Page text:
5. Your job is no longer fun

Your office used to be such a happening place with good colleagues and friends to hang around gossiping. After 5 years, everything looks and feels so different. Many of your old buddies have left the company. The new colleagues are so much different now. They don’t talk much. They’re not as friendly as your old pals. They’re also juniors and you can’t blend with them. The air is negative. There’s no fun here anymore.

6. You are not growing and become frustrated

Routine is one thing. Now come the stagnancy problem. Now that you’ve gone into 5 years of service, surely you’re ready for a more leadership role. You are ready to supervise the three junior executives, and you can’t wait to mentor them to become the next batch of leaders. You wait for the company to summon you into the management office with an appointment letter ready to hand to you. But it never came. It’s just a pipe dream.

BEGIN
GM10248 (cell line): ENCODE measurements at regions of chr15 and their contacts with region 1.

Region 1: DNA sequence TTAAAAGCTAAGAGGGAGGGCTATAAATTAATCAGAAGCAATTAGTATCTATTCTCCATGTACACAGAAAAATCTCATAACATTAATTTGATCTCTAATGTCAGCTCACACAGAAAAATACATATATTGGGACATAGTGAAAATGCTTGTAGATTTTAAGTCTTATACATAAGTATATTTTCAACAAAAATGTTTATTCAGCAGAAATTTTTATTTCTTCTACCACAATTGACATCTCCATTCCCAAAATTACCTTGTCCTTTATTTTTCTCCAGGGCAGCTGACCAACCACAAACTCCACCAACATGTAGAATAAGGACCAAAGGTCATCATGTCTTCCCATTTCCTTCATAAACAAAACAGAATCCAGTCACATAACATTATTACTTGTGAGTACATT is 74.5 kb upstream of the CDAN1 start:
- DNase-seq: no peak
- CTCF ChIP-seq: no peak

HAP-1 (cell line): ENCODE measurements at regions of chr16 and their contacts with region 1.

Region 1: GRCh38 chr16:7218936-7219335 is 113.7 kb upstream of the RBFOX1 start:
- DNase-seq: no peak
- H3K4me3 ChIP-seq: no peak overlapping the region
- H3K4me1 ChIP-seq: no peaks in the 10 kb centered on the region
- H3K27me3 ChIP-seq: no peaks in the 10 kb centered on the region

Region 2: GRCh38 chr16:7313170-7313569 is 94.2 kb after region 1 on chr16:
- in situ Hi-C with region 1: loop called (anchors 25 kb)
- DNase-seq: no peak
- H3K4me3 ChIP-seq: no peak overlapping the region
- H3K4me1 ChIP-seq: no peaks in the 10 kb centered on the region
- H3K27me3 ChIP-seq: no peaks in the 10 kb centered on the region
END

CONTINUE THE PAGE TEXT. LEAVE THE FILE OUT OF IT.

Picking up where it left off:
7. Career change

After 10 years being in the accounting industry, you now realized this is not the job you want to do. You want to be a chef! But isn’t it too late now? You asked yourself. In the end, you are willing to take the risk. You take the plunge. Whether this new career field is something you’d remain in for the next 10 years is another question.

8. You hate the rigid employment work structure

For 3 years you have been confined into manning the desk job. Your call to have more diversification in your roles and responsibilities, such as visiting clients and field workers have gone into deaf ears. It’s getting too routine, and it’s getting boring. The longer you stay with the company, the more unstable your mental become. So you leave.

9. You want to pursue with your passion